Medicinal Plants of Bangladesh
Medicinal Plants Database of Bangladesh includes the authentic Taxonomic Information, Vernacular/Bangla Name, Tribal and English Name, Family, Description and Photograph of the Plants, Chemical Constituents, Uses and Distribution of the species in Bangladesh. MPBD also contain dictionary of Botanical and Pharmacological terms.
Bengali/Vernacular Name: Pipul, Pipla.
Tribal Name: Bhuth-shan (Chakma).
English Name: Long Pepper.
Description of the Plant:
A much-branched, slender creeper, with erect flowering shoots. Leaves numerous, 6.3-9 cm long, lower ones broadly ovate, very cordate, upper ones oblong-oval, cordate at base, all subacute, entire, glabrous; petiole of the lower leaves 5-7.5 cm, of the upper leaves very short or none. Spikes solitary, pedunculate, male slender, long, female short, thick. Fruit very small, ovoid, completely sunk in solid fleshy spike, which is 2.5-3.8 cm, ovoid-oblong.
Fruits are carminative, stimulant, diuretic, digestive, expectorant and tonic to the liver; used in the treatment of dyspepsia, coughs, colds, malaise, fever and pain in the joints; improves the appetite. The root is stomachic, carminative and anthelmintic; used for the treatment of bronchitis, headache and sleeplessness. Decoction of the dried immature fruit and the root is given in acute and chronic bronchitis attended with cough. The Chakma give stem extract with hot water to childrens to cure mumps (Yusuf et al. 2009). The oil showed antibacterial activity against gram-positive and gram-negative bacteria (Rastogi & Mehrotra, 1990).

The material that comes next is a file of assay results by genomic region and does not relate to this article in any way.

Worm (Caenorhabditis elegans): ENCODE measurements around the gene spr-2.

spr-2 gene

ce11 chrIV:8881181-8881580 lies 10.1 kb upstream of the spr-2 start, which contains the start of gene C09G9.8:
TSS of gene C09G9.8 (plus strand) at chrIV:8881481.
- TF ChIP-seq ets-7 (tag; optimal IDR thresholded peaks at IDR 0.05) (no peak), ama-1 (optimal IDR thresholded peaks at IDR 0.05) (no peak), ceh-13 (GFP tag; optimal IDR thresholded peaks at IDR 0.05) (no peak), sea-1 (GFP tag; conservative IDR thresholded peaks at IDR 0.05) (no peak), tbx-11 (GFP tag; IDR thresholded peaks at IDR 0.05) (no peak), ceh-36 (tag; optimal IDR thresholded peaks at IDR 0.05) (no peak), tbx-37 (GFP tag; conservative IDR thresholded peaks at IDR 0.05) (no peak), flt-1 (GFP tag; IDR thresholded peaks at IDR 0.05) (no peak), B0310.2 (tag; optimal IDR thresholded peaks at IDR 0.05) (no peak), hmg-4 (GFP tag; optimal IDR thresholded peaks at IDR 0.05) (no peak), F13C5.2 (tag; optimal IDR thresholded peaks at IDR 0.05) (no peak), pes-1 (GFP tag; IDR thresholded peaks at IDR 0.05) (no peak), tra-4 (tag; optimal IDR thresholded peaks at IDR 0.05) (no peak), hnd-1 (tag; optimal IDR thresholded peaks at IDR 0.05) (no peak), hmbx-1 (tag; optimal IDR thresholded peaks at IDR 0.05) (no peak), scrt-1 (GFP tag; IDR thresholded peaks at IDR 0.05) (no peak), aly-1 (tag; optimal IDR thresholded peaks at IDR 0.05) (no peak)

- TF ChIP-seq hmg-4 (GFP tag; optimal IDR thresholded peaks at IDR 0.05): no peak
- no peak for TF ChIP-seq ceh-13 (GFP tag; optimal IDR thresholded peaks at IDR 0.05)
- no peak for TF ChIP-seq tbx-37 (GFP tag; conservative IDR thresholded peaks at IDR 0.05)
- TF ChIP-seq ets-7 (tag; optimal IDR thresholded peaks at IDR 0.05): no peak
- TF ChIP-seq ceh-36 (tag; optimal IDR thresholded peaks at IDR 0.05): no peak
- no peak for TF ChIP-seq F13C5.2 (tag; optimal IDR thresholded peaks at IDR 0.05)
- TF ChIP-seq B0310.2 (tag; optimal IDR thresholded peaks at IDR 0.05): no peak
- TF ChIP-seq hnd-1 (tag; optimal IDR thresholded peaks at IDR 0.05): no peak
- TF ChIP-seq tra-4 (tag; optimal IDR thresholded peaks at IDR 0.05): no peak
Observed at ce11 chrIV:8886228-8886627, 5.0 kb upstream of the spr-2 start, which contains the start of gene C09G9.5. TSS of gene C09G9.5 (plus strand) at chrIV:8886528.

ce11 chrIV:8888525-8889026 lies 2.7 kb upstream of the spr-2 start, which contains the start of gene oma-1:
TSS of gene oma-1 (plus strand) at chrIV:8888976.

Fruits contain a pungent resin, essential oil, starch, alkaloids piperine, piperanine piplartine and two liquid alkaloids; triacontane, sesamin dihydrostigmasterol, piplasterol, sesquiterpenes, glycosides and sugars. Stems contain alkaloids, piperine. The pungent principle present in the fruit is capsaicin (Ghani, 2003). Piperlongumine, piperlonguminine, piperine, sesamin, methyl 3,4,5-trimethoxycinnamate have been isolated from roots (Rastogi and Mehrotra, 1993). Two monocyclic sesquiterpenes, bp. 235° and bp. 247° and a new sesquiterpenic hydrocarbon containing tetrasubstituted double bond have been isolated from essential oil (Rastogi & Mehrotra, 1990).
In shady floors of forest and village grove.